Europe’s capital Strasbourg

Friday, 22 May 2015 - 01:11 pm (CET/MEZ) Berlin | Author/Destination:
Category/Kategorie: General, EU blog post series, European Union, UNESCO World Heritage
Reading Time:  7 minutes

Palais Universitaire © Jonathan M

Palais Universitaire © Jonathan M

As a European capital at the crossroads of Latin and Germanic world and seventh largest city in France, Strasbourg has a unique architectural heritage. Located on the banks of the Rhine, the city, whose center was declared a UNESCO World Heritage site, look back on 2000 years of history. Strasbourg combine tradition and modernity, and can be explored by foot, by one of the many excursion boats, by tram or by bike. The food, wines and beers are also among the highlights of the Alsatian capital. Strasbourg is an art metropolis, whose past, carved in stone, is still present for the most parts. Every quarter, every building has made a harmonious witness to a remarkable city history, which celebrated its 2000 year anniversary in 1988.

Institutions Europeennes © Rama

Institutions Europeennes © Rama

New York, Geneva and Strasbourg: the world’s only cities that are home to the headquarters of international institutions, without being the capital of the State, whereby Strasbourg is by far the dreamy representative of the three cities. The choice of Strasbourg as European capital just after the Second World War is not based on chance, but is a symbol of reconciliation between people and for the future of Europe.

Chambre de Commerce et d'Industrie - Ji-Elle

Chambre de Commerce et d’Industrie – Ji-Elle

Whether European Bridge, European Exhibition, European Beer Festival or European Literature Festival, everything is combined with the magic word and the yellow stars. Strasbourg is the self-proclaimed “Capitale de l’Europe”, the European capital, seat of the European Council and the European Parliament. In the square-bulky “European Palace” the Secretariat, the Parliamentary Assembly and the Council of Ministers of the Europe of the 46 are housed. The European Court of Human Rights is part of this institution. On the other side of the river Ill, which surrounded the entire city, is the new black European parliament building located, part of the European Union with its 25 member countries. Once a month the members of the European Parliament visit Strasbourg with stacks of files and their assistants for a week for their assemblies. The rest of the month work and assemblies take place in Brussels.

Bibliotheque Nationale © Jonathan M

Bibliotheque Nationale © Jonathan M

Because of the seat of many international institutions, the administrative center of the Bas-Rhin and the Alsace region likes to be compared with New York, Brussels and Geneva. After all, there are 79 consulates and permanent missions of other countries in the city. The advocates of Strasbourg, as the seat of the European Parliament, stressed repeatedly that the city is located at the “crossroads of Europe”. The Romans called it then “Strataburgum – the city where the roads intersects”.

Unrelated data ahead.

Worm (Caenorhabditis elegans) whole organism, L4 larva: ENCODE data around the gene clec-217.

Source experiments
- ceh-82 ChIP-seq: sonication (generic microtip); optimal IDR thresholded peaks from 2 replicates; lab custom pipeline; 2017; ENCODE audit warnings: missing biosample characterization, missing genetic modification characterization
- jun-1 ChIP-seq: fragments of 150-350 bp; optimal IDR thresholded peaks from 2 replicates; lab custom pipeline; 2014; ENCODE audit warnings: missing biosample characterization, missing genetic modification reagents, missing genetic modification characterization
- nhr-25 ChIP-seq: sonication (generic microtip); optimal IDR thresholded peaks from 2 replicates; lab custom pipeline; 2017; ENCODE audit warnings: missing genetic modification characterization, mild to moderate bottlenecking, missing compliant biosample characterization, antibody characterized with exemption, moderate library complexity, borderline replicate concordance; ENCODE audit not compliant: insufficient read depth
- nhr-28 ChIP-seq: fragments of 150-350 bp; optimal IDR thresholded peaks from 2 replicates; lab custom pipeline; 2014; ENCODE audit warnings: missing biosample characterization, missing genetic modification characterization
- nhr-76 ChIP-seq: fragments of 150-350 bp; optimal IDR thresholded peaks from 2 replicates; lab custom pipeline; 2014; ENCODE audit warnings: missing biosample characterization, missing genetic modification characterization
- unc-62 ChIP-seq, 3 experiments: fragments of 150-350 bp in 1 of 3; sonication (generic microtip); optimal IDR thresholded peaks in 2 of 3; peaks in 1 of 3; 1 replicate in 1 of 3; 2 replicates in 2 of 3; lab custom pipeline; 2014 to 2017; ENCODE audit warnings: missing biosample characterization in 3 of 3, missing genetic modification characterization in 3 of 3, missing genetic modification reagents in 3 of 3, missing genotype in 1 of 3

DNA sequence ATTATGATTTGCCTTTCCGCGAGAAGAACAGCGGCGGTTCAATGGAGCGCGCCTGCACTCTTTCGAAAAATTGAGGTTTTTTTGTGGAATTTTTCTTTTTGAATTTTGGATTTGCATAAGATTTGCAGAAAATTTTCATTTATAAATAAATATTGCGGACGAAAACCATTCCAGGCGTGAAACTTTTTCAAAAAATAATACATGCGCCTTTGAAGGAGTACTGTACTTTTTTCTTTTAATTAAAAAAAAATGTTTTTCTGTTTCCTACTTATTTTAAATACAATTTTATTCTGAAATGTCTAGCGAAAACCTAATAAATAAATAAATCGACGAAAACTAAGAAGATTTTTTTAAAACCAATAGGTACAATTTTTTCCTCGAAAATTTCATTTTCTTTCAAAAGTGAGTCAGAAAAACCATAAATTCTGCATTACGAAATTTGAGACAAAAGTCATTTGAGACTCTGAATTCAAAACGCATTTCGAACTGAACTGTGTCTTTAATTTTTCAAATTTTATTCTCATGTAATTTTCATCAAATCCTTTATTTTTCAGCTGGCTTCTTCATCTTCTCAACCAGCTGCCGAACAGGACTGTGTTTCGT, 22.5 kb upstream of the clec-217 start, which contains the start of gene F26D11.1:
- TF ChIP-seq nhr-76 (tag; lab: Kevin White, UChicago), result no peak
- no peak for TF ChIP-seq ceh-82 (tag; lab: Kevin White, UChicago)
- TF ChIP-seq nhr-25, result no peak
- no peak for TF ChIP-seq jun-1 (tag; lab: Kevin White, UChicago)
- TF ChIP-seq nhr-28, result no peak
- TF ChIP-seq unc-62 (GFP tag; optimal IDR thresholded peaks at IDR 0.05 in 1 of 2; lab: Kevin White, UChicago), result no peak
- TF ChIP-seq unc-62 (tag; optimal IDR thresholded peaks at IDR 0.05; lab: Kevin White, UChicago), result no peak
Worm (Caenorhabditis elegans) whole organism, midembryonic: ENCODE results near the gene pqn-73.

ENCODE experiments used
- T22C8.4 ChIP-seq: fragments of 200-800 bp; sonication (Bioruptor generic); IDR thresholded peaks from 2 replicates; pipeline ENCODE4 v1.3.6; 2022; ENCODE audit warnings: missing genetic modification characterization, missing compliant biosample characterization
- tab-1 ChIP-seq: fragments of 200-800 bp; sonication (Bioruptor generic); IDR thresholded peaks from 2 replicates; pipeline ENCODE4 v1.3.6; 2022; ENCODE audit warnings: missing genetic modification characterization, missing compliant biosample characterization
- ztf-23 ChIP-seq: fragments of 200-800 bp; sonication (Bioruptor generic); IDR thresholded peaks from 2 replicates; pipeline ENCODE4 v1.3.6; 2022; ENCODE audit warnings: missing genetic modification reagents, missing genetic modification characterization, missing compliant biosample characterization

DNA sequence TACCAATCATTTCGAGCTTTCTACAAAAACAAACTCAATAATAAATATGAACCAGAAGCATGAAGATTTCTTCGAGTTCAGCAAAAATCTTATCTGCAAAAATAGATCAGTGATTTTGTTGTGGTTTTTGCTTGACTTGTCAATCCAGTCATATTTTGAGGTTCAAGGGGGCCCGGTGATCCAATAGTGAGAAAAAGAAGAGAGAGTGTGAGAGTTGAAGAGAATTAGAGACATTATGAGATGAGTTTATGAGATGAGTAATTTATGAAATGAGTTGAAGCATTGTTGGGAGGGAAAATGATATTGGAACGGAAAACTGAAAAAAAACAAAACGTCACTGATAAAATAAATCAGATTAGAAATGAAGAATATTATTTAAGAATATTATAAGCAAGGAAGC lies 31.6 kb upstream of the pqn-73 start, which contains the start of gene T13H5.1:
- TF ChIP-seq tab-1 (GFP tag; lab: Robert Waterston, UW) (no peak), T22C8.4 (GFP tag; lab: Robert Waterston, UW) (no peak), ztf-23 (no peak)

Public French-German TV Broadcaster ARTE © Wladyslaw

Public French-German TV Broadcaster ARTE © Wladyslaw

Strasbourg is European, no doubt. But not only because of its political institutions. It is more the people who ensure that the provincial city is quite cosmopolitan. In the melting pot of the 451,000 citizens (and growing) counting community, thousands of Moroccans, Algerians, Tunisians and Turks are living. Muslim women with headscarves can be found on the weekly markets where they sell Arabic sweets, herbs and bird cages between Alsatian farmers. The North Africans also operate grocers which are open on Sundays and late evenings. Among the European residents in addition to the Germans, the Portuguese and Spanish are most numerous. And more than 15,000 Jews live here – one of the largest Jewish communities in France. E.g. on saturdays black-clad believers with long braids characterize the street life around the Contades Park or at the Peace Synagogue.

Place du marché aux cochons de lait © Jonathan M

Place du marché aux cochons de lait © Jonathan M

Strasbourg is Alsatian, but above all, unite in a miraculous way elements of German and French culture. This is especially evident in the cuisine. Pork with sauerkraut, onion and flame cake, Baeckeoffe and Cervela salad: this hodgepodge of Baden and French culinary art is offered by cozy wine bars to their guests. The German dishes are refined with French accents in some restaurants. Sauerkraut combined with salmon, the Matelotte – a fish dish – with pasta. On Christmas customers buy kilos of Foie Gras in the specialty shops at Goldschmiedgass.

Palais Rohan © Rama

Palais Rohan © Rama

Two cultures even when it comes to architecture. At the Place Broglie, this French precisely calibrated prominent passage, in the building of today’s Banque de France officer Rouget de Lisle composed a war song for the Rhine Army in 1792. It later became known as the Marseillaise, the French national anthem. Next to it the rotary traffic wind around the once political power center of the Wilhelmine Strasbourg: along the magnificent buildings at the former imperial court, now the Place de la République.

To inform you about latest news most of the city, town or tourism websites offer a newsletter service and/or operate Facepage pages/Twitter accounts. Read more on Strasbourg.eu, OT Strasbourg.fr, Wikivoyage
and Wikipedia Strasbourg. Learn more about the use of photos.




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